A failure of the U.S. to pay its obligations if the debt limit is not raised “would be unprecedented and has the potential to be catastrophic,” Treasury said in a brief report intended for members of Congress and also released publicly by the agency.
“Credit markets could freeze, the value of the dollar could plummet, U.S. interest rates could skyrocket, the negative spillovers could reverberate around the world, and there might be a financial crisis and recession that could echo the events of 2008 or worse,” the report said.

Is that what you want, Ted? Is that your end game?

Grownups must take control

The only reason why I am deviating into politics in this blog is because too much is at stake in terms of not just my business as a consultant for industry and economic development groups, but for all business. Folks, this is important stuff.

Now it’s true that we have had shutdowns of the federal government in the past, 17 to be exact. Wall Street, more so than the business community, views Congress as a bunch of idiots but who will at the end of the day figure things out and do the safe thing.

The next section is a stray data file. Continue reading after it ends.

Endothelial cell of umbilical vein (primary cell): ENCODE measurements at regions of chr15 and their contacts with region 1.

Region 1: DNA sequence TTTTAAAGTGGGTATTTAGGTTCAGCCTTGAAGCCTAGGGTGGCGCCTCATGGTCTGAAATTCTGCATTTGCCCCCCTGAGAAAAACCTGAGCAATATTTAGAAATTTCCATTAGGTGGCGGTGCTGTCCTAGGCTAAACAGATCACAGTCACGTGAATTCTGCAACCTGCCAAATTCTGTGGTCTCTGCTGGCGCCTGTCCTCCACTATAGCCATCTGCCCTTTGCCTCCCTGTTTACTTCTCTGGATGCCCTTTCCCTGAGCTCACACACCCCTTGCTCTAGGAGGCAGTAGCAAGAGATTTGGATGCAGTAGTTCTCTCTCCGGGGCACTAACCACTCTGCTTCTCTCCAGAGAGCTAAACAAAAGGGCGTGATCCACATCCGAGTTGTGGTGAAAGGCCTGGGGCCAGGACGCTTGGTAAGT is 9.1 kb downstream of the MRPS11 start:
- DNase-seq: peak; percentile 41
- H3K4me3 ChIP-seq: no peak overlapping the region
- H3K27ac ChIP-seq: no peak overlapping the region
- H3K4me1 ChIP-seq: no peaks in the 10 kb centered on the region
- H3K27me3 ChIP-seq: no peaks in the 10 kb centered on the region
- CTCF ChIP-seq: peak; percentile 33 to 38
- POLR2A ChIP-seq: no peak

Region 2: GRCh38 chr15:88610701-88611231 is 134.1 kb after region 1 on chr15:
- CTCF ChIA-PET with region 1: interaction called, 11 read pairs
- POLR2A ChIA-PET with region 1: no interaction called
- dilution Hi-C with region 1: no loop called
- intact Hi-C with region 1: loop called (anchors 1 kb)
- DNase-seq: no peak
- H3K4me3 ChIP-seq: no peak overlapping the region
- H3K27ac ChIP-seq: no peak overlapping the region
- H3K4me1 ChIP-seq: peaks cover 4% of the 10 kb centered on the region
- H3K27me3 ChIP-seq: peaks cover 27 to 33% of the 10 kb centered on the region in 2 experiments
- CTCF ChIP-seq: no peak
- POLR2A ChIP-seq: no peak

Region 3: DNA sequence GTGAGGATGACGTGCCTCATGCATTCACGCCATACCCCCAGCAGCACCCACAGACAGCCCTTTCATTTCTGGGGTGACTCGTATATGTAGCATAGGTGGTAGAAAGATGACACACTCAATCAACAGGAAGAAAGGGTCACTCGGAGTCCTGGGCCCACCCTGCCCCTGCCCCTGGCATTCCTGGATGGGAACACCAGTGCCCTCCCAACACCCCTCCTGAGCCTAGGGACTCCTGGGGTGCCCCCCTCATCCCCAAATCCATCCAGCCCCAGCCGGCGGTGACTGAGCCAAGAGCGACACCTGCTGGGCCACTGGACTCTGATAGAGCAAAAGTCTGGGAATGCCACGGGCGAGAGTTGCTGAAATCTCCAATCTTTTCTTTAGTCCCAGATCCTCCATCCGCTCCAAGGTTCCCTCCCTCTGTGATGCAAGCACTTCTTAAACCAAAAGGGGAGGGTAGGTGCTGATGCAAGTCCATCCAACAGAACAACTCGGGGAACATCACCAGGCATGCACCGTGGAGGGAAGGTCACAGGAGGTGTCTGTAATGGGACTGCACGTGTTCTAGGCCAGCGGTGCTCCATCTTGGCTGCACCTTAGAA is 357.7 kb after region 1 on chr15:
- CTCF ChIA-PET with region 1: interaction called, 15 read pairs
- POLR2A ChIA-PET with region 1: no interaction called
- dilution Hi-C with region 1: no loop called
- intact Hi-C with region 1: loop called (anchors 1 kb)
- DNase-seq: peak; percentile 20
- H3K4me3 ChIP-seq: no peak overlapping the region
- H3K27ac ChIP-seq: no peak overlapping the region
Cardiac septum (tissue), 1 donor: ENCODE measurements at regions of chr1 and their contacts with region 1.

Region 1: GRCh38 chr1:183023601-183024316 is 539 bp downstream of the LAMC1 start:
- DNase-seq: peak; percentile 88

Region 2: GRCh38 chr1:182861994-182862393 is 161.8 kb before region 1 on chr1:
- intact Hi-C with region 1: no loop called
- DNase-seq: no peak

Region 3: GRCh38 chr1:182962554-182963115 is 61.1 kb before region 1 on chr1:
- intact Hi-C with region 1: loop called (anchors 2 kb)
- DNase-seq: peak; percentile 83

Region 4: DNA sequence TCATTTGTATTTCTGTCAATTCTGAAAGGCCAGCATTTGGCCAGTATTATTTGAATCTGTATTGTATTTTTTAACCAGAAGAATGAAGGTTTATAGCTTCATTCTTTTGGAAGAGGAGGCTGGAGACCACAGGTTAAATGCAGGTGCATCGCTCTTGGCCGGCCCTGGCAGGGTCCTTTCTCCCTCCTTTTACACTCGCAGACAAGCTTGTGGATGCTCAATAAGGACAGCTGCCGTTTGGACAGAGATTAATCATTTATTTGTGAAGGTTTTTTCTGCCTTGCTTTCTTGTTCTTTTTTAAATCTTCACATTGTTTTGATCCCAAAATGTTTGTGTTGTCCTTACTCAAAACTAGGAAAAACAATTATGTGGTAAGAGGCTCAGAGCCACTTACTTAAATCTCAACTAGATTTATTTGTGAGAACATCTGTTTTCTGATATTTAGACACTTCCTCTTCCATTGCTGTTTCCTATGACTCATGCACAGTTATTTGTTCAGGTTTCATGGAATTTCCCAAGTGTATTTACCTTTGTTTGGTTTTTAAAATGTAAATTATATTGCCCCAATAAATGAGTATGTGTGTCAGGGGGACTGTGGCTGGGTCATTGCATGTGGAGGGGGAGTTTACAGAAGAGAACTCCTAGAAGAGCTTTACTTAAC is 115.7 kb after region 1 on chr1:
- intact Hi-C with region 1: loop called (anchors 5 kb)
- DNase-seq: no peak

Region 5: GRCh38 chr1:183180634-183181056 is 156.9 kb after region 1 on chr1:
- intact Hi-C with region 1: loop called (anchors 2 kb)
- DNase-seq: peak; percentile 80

But this Tea Party minority, which has undue sway in the Republican Party, is a different crew. We’ve never had a group quite like this before — suicide bombers with the American economy.

Look, the GOP already has a history of putting off immigrants, young people, minorities, suburban women. And now they want to alienate the business community? No, the grownups have to take control and wrench the party back from the influence of these waacko birds.

This isn’t just politics. This is business, and the economy is at stake. As Senate Chaplain Barry Black said in his prayer on Thursday, “save us from the madness.” Preach it, preacher.

I’ll see you down the road.

Dean Barber is the president/CEO of Barber Business Advisors, LLC, a site selection and economic development consulting firm based in Plano, Texas.

If your company needs an optimal location for future operations anywhere in North America, we can help. If your community needs to improve its competitive standing, we can help. All requests for information are considered confidential.